Everybody gives up so easily. Just a few days ago everyone gave up on the industrials because of the decline in the railroads. If those are weak, then what they ship must be weak and that means the industrials need to be sold.
Then, a couple of days later we get a really good number from 3M (MMM) on top of a very positive earnings report from General Electric (GE) and the beginning of what might be a long skein of good quarters from United Technologies (UTX). All of these were supposed to be crushed by the strong dollar and weak orders.
Now even Caterpillar (CAT) reports a quarter that is not as horrible as many people expected, including the analyst from Goldman Sachs who took it from hold to sell last Friday, and the group becomes a darling again. It had become too hated.
We decided that apparel was miserable, and all of those stocks were hammered mercilessly as a result of the weather. Then it snows, and people like Columbia Sportswear (COLM) and Lululemon Athletica (LULU) gets some love because it might be the last bad quarter. Then there's the curious case of Under Armour (UA), where an analyst over at Morgan Stanley slapped a sell rating on the company ahead of the quarterly report, scaring the dickens out of everyone. I told people, you never made a dime betting against Kevin Plank, the CEO -- who will be on Mad Money next week. And the stock proved me right -- it once again became a sucker's bet to do so, as UA soared after reporting, today.
The negative analyst wasn't counting on the amazing growth of the connected fitness market, and focused on discounting of footwear against Nike (NKE). I totally respect Nike, but maybe the takeaway here is that there's not as much overlap between these two companies as one might think, given the wellness focus of Under Armour versus the performance emphasis by Nike.
We know that the long knives are now out for Apple (AAPL) because the company is supposed to have nothing other than a device to sell -- and that device may have peaked.
Now as I said yesterday, a billion devices comes with its own ecosystem, and now you have to pay for that ecosystem through a bunch of recurring fees that are mounting without much resistance. The stock's too cheap, in light of that $31 billion in recurring revenue that could be expanding rapidly in a razor-blade-like business model -- where the device is sold and an automatic stream comes with it.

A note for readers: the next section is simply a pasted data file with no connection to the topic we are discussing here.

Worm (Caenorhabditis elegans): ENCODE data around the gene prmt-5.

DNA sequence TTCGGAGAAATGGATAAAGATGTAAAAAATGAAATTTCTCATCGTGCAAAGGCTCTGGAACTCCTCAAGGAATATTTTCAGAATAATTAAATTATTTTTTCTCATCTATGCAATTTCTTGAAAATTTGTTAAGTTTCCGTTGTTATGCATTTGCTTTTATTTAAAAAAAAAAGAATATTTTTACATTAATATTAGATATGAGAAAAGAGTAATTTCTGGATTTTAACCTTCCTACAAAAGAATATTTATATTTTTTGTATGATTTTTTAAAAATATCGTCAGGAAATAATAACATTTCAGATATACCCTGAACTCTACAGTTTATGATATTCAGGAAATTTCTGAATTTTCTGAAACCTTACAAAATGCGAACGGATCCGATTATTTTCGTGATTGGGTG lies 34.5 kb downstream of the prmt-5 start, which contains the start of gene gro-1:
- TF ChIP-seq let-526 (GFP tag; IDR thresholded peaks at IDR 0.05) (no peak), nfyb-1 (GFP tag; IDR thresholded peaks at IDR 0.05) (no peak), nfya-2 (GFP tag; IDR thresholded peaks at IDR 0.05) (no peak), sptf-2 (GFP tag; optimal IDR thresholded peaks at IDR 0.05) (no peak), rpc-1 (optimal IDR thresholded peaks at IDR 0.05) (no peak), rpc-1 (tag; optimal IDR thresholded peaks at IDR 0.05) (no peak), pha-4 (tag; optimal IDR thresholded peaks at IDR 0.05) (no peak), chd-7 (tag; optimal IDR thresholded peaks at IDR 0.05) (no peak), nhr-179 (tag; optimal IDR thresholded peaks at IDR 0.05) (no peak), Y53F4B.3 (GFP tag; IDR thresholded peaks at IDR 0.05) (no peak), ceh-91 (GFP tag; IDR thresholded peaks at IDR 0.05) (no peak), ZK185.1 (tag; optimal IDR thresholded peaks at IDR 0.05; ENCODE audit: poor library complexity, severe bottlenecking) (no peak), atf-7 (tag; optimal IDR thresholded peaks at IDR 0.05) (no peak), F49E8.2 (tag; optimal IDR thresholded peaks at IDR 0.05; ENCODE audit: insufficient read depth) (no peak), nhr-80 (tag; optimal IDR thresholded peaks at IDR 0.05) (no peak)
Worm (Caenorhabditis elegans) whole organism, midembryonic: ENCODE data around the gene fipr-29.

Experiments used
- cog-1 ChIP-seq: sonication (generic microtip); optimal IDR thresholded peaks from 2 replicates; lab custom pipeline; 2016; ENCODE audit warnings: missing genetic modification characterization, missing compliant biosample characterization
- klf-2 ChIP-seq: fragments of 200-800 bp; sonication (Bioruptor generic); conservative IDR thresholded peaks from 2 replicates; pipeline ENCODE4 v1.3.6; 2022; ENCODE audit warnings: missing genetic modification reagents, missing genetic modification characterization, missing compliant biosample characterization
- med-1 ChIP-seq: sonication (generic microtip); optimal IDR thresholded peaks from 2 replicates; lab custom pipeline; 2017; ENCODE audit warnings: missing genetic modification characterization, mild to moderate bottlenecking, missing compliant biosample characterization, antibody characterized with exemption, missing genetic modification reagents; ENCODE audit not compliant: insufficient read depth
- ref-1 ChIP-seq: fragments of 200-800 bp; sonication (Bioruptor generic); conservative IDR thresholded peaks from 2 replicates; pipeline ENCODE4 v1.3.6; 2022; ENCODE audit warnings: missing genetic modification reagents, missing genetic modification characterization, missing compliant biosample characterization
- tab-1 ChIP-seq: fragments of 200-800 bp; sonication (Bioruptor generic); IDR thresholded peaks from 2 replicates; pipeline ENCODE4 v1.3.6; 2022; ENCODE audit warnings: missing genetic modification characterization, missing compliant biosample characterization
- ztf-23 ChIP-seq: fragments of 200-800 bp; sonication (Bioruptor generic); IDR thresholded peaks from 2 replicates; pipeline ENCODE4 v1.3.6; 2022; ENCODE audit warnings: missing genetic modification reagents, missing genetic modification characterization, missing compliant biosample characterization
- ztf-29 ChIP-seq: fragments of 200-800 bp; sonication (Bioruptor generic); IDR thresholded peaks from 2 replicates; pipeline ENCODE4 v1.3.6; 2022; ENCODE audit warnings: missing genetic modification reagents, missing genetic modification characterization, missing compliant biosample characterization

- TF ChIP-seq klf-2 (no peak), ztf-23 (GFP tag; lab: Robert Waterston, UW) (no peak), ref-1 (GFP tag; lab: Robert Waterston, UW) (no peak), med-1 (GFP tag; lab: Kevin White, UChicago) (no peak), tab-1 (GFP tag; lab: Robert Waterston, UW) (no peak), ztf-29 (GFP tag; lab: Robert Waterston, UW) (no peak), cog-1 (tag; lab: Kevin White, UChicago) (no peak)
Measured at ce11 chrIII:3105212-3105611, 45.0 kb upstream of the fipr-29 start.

Yet the stock sells at 10x earnings, as if it were Dell or Hewlett Packard (HPQ) -- with no ecosystem to speak of and certainly no recurring revenues. As Apple opens stores in dozens more cities in China that are the size of Philadelphia, and rolls out in India -- which could ultimately become the second largest market after China, with a demographic that's 10 years younger than the 36-year-old average in the People's Republic -- then you have an awful lot of recurring revenue from music, from iTunes, from iCloud and everything else down the pipe. And does anyone besides me care about the iPhone 7, which could be rolled out at the same time many of the current iPhone contracts run out with the big telco companies? Obviously not.
A week ago, everyone gave up on all things oil. Everything. Crude hits $26 and it's the end of the oil world. Next thing you know, oil does the unthinkable: it rallies, as one oil service company after another details dramatic cutbacks in production - billions and billions of dollars' worth -- with Schlumberger (SLB), Halliburton (HAL), Baker Hughes (BHI) and Core Labs (CLB), last night on Mad Money, talking about how 2016 will be the bottom. Of course, at the same time we get clarification that oil's not like iron or tin or copper or aluminum. Usage is up, not down, in the world -- including China. Next thing you know, the group's on fire -- and whether you think it should be or not, those who gave up on the oil outfits both, large and small, and the master limited partnerships, are getting a much better price to sell than they had five days ago. I mean, much, much better. They were all going under a week ago, now we realize it was an amazing buying opportunity, because of the outsized give up.